DISTILLATION, a generic term for a class of chemical operations which all agree in this, that the substance operated upon is heated in a close vessel (" retort," " still ") and thereby wholly or,partially converted into vapour, which vapour is then condensed, by the application of cold, in another apparatus (the " condenser '') connected with the vessel, and allowed to collect in a third portion of the apparatus, called a " receiver." In most cases the substance isla liquid, or assumes the liquid form previous to emitting vapours, and the product obtained (the " distillate ") is also in greater proportion liquid. The comparatively few and special cases of distillation, wherein solids are converted into vapours which condense directly from the gaseous into the solid form, are designated. " sublimations." Thus we speak of the "distillation " of water or of spirits, while we speak of the "sublimation " of sal-ammoniac. Distillations may be divided into two classes - viz., 1st, those which are not, and 2d, those which are, accompanied by chemical changes. The word " distillation," in a narrower sense, is generally understood to apply to the first class only. The gecond might be called " destructive distillations," if it were not customary to reserve this, term for the particular case in which the substance operated on consists of vegetable or animal matter which is being decomposed by the application of heat alone, i.e., without the aid of re-agents, The general object of simple distillation is the separation of substances of different degrees of volatility. The apparatus used varies very much according to the nature of the substance operated on and of the product extracted, and according to the scale on which the operation is carried out. Of the various contrivances used in chemical laboratories, the simplest is a glass retort, the descending neck of which is inserted into, and goes to near the bottom of, a slanting globular flask. The retort serves for the reception of the substance to be distilled, and is heated by means of char-coal or gas fire ; the vapours pass into the flask, which is kept cool by a continuous current of cold water running over it, or, in the case of more volatile substances, by being immersed in ice or some freezing mixture. This somewhat primitive arrangement works satisfactorily only when the vapours are easily condensible, and when the product is meant to be collected as a whole. In the majority of cases, however, the distillate bas to be " fractionated," i.e., collected in a number of separate, consecutive portions; and it is then desirable that the apparatus should be so constructed as to enable one at any moment to examine the distillate as it is coming over. For this purpose -it is necessary to condense the vapours on their way to, and not within, the receiver, so that the latter can, at any time, be removed and, replaced by another. 'The condenser most generally used in chemical laboratories is that known as Lielny's condenser. It consists of a straight glass or metal tube, 1 to 3 feet long and to 1 inch wide, fitted co-axially, by means of corlss or india-rubber tubes, into a wider tube (made of glass or iron) which communicates at the lower end with a water tap, and at the upper with a sink, so that a stream of cold water can be made to run aganst the current of the vapour. The condenser tube is fixed in a slanting position, and the vapours made to enter at the upper end. The dimensions of the condenser and rate of water-flow depend on the speed at which the vapour is driven over, and on the temperature of that vapour, and, last not least, on the latent heat of the tTapour and specific heat of the distillate. To show the importance of the last-named point, let us compare the quantities of heat to be withdrawn from 1 lb of steam. and 1 lb of bromine vapour respectively, to reduce them to liquids at 0° C. We have in the case of water and bromine - Water. Bromine.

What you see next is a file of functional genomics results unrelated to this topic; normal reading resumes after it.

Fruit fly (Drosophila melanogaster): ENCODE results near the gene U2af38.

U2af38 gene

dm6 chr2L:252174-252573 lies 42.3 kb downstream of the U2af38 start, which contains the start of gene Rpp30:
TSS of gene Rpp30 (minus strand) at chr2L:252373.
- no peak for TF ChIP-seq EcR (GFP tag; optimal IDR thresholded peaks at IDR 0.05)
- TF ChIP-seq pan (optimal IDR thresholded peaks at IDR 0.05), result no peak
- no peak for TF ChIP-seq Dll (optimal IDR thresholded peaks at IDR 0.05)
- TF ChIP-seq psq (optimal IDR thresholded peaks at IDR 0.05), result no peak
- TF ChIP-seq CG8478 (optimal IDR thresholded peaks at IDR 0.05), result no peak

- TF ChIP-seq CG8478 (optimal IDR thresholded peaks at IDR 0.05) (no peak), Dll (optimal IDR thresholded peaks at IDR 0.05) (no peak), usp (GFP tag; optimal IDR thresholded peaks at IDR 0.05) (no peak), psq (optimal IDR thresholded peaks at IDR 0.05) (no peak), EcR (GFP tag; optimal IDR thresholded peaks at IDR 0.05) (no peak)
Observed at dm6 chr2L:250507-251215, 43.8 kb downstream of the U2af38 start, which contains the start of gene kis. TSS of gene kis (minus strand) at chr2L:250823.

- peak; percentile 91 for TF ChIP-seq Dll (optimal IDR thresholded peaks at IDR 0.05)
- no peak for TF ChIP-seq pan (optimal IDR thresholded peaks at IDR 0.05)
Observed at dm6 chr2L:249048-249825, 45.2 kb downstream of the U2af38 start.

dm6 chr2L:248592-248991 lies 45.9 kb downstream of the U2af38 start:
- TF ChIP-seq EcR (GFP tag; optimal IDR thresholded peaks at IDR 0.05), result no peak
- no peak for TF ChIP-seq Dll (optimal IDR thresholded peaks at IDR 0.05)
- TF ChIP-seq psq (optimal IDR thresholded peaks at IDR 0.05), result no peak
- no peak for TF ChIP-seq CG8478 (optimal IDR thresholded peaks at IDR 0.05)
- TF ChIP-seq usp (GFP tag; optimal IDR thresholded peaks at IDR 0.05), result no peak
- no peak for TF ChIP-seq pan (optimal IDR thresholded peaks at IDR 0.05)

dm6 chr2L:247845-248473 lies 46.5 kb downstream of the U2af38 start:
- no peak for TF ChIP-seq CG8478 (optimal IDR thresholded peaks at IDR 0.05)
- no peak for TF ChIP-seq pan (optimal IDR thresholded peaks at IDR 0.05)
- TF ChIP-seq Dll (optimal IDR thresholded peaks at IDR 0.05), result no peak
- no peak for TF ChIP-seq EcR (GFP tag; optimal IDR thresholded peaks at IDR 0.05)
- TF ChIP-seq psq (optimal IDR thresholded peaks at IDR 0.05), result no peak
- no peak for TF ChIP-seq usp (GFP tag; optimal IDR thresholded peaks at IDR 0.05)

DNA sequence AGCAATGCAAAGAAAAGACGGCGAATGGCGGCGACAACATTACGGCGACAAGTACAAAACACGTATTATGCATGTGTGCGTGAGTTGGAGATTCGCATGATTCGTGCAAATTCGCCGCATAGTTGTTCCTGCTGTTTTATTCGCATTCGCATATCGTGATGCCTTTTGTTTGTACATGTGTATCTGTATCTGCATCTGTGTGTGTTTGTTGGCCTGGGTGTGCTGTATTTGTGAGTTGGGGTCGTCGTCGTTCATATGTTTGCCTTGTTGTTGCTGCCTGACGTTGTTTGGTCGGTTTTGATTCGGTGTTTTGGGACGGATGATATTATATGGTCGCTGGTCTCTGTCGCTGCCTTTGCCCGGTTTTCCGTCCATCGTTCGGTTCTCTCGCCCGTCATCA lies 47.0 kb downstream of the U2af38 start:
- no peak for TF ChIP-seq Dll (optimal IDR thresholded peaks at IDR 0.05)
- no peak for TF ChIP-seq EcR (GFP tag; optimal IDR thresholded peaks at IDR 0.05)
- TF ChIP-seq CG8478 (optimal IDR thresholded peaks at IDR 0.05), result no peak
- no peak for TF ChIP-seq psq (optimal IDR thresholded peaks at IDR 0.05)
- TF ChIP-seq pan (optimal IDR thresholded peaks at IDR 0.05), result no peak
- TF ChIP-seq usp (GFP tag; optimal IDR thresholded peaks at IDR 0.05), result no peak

For the temperature of the vapour... 100° 63° For the latent heat 536° 45°.6 For the specific heat of the liquids 1° 0°.106 For the total heats of the vapours 636° 52°.3 /100 drawal of x 52.3 = ) 83 units from the steam, as an easy calculation shows, only 0.10 lb of liquid water, of even 100', could be produced - hence vzore than 0.84 lb of steam remains uncondensed (at a temperature of about 96° C., assuming the steam to remain saturated, and to have the temperature of the condensed water). But obviously a condenser under all circumstances is the more efficacious the greater its surface and the thinner its body. It is also obvious, cceteris paribus, that the most suitable material for a condenser tube is that which conducts heat best. Hence a metal tube will generally condense more rapidly than one of glass, and for metal tubes copper is better than tin, and silver better than either. In chemical laboratories glass is the 0„ly material which is quite generally applicable. In chemical works, on the other hand, glass, on account of its fragility, is rarely -used ; condensers there, wherever possible, are made of metal, usually fashioned into spirals (" worms ") and set in tub-shaped refrigerators Where acids have to be condensed, stoneware worms are generally employed. In the distillation of acetic acid pla-tinum worms, notwithstanding their high price, have been found to work best, and in the long run to be cheapest.